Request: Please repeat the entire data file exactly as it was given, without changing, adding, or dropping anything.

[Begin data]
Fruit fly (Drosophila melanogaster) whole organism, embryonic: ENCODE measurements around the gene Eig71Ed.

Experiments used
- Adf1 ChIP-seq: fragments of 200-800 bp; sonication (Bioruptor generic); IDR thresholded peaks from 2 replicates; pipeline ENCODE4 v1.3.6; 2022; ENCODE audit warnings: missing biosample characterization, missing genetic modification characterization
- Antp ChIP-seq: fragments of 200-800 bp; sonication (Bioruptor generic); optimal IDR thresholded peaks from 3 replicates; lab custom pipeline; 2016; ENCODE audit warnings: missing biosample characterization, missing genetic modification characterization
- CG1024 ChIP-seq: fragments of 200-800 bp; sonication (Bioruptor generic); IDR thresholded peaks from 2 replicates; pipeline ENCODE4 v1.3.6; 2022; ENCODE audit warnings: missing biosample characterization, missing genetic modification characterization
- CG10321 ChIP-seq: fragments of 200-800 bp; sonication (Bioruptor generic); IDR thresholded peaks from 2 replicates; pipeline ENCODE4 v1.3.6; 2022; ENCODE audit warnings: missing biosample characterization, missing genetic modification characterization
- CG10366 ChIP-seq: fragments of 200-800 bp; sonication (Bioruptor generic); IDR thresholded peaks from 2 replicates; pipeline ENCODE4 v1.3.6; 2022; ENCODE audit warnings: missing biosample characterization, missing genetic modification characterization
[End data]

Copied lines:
Fruit fly (Drosophila melanogaster) whole organism, embryonic: ENCODE measurements around the gene Eig71Ed.

Experiments used
- Adf1 ChIP-seq: fragments of 200-800 bp; sonication (Bioruptor generic); IDR thresholded peaks from 2 replicates; pipeline ENCODE4 v1.3.6; 2022; ENCODE audit warnings: missing biosample characterization, missing genetic modification characterization
- Antp ChIP-seq: fragments of 200-800 bp; sonication (Bioruptor generic); optimal IDR thresholded peaks from 3 replicates; lab custom pipeline; 2016; ENCODE audit warnings: missing biosample characterization, missing genetic modification characterization
- CG1024 ChIP-seq: fragments of 200-800 bp; sonication (Bioruptor generic); IDR thresholded peaks from 2 replicates; pipeline ENCODE4 v1.3.6; 2022; ENCODE audit warnings: missing biosample characterization, missing genetic modification characterization
- CG10321 ChIP-seq: fragments of 200-800 bp; sonication (Bioruptor generic); IDR thresholded peaks from 2 replicates; pipeline ENCODE4 v1.3.6; 2022; ENCODE audit warnings: missing biosample characterization, missing genetic modification characterization
- CG10366 ChIP-seq: fragments of 200-800 bp; sonication (Bioruptor generic); IDR thresholded peaks from 2 replicates; pipeline ENCODE4 v1.3.6; 2022; ENCODE audit warnings: missing biosample characterization, missing genetic modification characterization